Labradoodles are puffballs filled with never-ending energy! Because of this, they need food that will fuel their day-to-day activities and protect their coat and skin. So what is the best dog food for Labradoodles?
When picking out dog food for your Labradoodle, choose a formula with moderate protein for strong and lean muscles. Don’t forget about vitamins and minerals to support their skin and sometimes picky tummies.
My personal favorite is Wellness Complete Health dog food. This formula provides essential nutrients like glucosamine for the active Labradoodle.
We included nine other options for all Labradoodle needs — from puppy to senior age or for Labradoodles with allergies.
Real, deboned chicken
Wholesome fruits and veggies
All life stages formula
No fillers or artificial preservatives
Made in the USA
No fillers & artificial preservatives
Our Top Picks for Labradoodles
- Best Overall — Wellness Complete Health Natural Dry Dog Food
- Best Budget — American Journey Grain-Free Dry Dog Food
- Best Premium — Ollie Beef Dish Dog Food
- Best for Puppies — Nulo Freestyle Puppy Grain-Free Recipe Dry Dog Food
- Best for Seniors — Blue Buffalo Life Protection Large Breed Senior Dog Food
- Best for Active Dogs — Instinct Original Raw Coated High Protein Dog Food
- Best for Food Sensitivities — Natural Balance L.I.D. Grain-Free Dry Dog Food
- Best Wet Food — Nutro Hearty Stew Wet Dog Food
- Best for Weight Loss — Purina Pro Plan Adult Weight Management Dog Food
- Best for Joint Health — VICTOR Purpose Performance Formula Dry Dog Food
10 Best Dog Foods for Labradoodles Reviewed
Each of the following dog foods follows the AAFCO nutrient profile guidelines. Before committing to switching your Labradoodle’s food, please consult with your veterinarian.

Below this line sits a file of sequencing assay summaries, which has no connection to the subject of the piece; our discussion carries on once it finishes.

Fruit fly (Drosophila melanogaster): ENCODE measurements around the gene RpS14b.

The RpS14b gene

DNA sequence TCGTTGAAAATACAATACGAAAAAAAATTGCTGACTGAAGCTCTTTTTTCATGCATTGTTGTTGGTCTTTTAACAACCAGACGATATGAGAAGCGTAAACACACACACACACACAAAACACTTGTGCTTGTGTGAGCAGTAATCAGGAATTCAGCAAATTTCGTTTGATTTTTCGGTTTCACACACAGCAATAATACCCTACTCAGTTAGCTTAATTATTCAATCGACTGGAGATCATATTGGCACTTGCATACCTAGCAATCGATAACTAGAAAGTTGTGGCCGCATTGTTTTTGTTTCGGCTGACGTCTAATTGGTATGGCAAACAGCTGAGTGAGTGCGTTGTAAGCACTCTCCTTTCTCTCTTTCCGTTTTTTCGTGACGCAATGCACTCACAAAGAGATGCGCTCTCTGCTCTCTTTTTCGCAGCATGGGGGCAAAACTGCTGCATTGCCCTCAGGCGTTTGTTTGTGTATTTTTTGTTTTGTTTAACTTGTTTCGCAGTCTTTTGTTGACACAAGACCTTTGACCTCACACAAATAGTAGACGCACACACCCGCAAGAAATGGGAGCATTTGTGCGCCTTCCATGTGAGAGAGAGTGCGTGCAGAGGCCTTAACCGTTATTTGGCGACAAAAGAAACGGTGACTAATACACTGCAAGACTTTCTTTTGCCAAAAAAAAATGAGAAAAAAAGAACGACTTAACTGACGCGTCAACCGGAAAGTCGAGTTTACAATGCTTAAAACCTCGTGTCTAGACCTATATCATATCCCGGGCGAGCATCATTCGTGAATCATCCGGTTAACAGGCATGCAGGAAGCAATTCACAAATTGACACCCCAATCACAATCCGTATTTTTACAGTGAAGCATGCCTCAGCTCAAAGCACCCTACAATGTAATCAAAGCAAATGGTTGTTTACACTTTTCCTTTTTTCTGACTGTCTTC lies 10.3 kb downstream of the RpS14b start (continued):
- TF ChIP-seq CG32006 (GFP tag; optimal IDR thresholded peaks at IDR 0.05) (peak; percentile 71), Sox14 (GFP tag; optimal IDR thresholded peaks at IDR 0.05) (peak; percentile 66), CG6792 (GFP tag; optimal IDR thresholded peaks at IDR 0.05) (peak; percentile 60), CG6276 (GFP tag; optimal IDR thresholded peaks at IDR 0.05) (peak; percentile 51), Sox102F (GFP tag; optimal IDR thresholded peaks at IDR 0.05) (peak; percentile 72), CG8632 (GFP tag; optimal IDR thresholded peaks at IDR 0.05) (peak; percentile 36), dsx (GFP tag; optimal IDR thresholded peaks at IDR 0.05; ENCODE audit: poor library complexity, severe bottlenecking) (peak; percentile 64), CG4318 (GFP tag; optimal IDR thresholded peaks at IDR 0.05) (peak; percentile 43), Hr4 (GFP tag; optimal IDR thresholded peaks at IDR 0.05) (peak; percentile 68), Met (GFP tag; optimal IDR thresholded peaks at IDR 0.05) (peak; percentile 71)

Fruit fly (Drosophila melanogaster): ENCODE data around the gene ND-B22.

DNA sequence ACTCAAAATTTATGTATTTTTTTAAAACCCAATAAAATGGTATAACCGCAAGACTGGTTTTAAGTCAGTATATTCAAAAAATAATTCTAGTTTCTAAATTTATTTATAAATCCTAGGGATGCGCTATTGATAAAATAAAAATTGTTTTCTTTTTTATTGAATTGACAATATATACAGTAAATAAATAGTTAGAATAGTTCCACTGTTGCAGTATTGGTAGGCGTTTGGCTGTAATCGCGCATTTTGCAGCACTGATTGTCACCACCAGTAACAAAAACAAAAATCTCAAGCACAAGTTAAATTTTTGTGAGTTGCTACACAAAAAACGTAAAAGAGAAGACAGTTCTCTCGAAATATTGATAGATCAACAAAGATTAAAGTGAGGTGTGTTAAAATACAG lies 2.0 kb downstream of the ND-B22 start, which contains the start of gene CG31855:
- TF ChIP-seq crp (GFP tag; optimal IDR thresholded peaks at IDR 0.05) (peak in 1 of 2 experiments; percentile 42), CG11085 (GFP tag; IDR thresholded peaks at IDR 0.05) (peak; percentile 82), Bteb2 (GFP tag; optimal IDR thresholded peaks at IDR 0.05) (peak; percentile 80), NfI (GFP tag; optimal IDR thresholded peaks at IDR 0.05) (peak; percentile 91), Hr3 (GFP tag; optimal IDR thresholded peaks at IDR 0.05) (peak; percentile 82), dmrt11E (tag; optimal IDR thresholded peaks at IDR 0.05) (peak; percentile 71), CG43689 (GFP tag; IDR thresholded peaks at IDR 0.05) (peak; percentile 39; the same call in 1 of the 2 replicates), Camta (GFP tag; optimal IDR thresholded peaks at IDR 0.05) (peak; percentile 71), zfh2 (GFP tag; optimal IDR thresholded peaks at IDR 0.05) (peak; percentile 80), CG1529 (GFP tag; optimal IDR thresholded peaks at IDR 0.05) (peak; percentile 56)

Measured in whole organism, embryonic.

- First 5 Ingredients: Deboned Chicken, Chicken Meal, Oatmeal, Ground Barley, Peas
- Guaranteed Analysis: 24% Crude Protein, 12% Crude Fat, 4% Crude Fiber, 10% Moisture
- Caloric Content: 434 kcal/cup
- Type of Product: With Grain; No Corn, No Wheat, No Soy
- Life Stage: Adult
- Key Feature: Great overall dog food high in omega fatty acids
This formula is high in protein and grain-inclusive to support adult Labradoodles and their nutritional needs.
It’s higher in calories, offering 434 kcal/cup to provide energy to active dogs. And it contains deboned chicken and chicken meal — offering taurine and l-carnitine for heart health and metabolic support.
The formula provides moderate fat at 12% Crude Fat. And with ingredients like chicken fat and ground flaxseed, it’s also packed with omega-3 fatty acids, aiding brain health.
While this food does include grains, they aren’t filler ingredients like soy or corn. Instead, oatmeal and ground barley offer easy-to-digest carbohydrates and prebiotic fiber for healthy digestion.
Dog owners appreciate the kibble size and love how it helps clean their dog’s teeth as they chew. But many note that “something” in the food tends to cause gassiness.
High-protein for muscle maintenance
Digestible carbohydrate sources
High-calorie for energy support
Free of fillers and artificial preservatives
Can cause gas
- First 5 Ingredients: Deboned Chicken, Chicken Meal, Turkey Meal, Peas, Sweet Potatoes
- Guaranteed Analysis: 34% Crude Protein, 15% Crude Fat, 5% Crude Fiber, 10% Moisture
- Caloric Content: 390 kcal/cup
- Type of Product: Grain-Free; No, Corn, No Wheat, No Soy
- Life Stage: All Life Stages
- Key Feature: Budget-friendly grain-free dog food
This recipe offers an affordable option for pet parents who need high-quality protein in their dog’s food.
It starts with deboned chicken and chicken meal — offering 34% Crude Protein. They also provide glucosamine and chondroitin for joint and cartilage function.
Sweet potatoes and chickpeas replace grains in this formula. These offer beta-carotene for eye health and a soluble fiber called raffinose, which can help ease constipation.
Although this is a budget food, it still supplements live probiotics to aid in better gut health. But it also contains rosemary extract, an antioxidant that naturally preserves food and boosts immunity.
Pet owners are ecstatic to find budget-friendly food that still keeps their pups full. But some say the kibble can be a bit dry and stale.
Offers moderate fiber content for digestion
Contains antioxidants to boost immune function
High in protein for active Labradoodles
Kibble goes stale fast
- First 5 Ingredients: (Beef recipe) Beef, Peas, Sweet Potato, Potato, Carrot